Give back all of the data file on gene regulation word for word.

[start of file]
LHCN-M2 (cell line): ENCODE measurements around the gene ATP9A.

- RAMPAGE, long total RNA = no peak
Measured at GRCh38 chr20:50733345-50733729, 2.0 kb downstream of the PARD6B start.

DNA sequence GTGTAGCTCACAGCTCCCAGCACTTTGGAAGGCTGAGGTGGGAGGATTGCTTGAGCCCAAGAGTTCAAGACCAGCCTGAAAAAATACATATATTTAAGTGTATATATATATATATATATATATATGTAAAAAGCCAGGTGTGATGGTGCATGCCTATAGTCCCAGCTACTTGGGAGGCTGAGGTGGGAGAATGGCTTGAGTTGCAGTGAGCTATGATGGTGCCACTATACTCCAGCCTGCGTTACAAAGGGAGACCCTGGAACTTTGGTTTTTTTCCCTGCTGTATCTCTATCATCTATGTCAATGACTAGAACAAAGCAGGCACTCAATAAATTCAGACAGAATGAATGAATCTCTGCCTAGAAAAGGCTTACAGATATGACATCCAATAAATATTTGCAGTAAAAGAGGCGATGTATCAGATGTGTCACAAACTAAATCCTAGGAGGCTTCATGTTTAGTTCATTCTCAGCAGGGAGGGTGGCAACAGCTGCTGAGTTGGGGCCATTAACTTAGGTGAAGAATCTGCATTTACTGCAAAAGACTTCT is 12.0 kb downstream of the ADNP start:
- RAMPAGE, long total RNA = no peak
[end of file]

LHCN-M2 (cell line): ENCODE measurements around the gene ATP9A.

- RAMPAGE, long total RNA = no peak
Measured at GRCh38 chr20:50733345-50733729, 2.0 kb downstream of the PARD6B start.

DNA sequence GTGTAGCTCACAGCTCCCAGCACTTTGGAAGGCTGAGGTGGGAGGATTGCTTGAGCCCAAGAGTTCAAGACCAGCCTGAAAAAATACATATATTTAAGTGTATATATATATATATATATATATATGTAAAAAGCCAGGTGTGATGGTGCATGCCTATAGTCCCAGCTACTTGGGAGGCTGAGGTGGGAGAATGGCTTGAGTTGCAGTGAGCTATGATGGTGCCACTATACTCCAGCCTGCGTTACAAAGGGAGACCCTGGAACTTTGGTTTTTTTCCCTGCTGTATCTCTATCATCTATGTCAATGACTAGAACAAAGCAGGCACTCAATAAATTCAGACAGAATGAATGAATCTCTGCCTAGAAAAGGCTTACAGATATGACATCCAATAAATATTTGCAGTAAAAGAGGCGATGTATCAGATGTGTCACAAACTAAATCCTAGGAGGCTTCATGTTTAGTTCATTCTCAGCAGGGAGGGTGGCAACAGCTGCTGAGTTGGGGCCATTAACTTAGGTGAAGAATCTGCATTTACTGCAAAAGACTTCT is 12.0 kb downstream of the ADNP start:
- RAMPAGE, long total RNA = no peak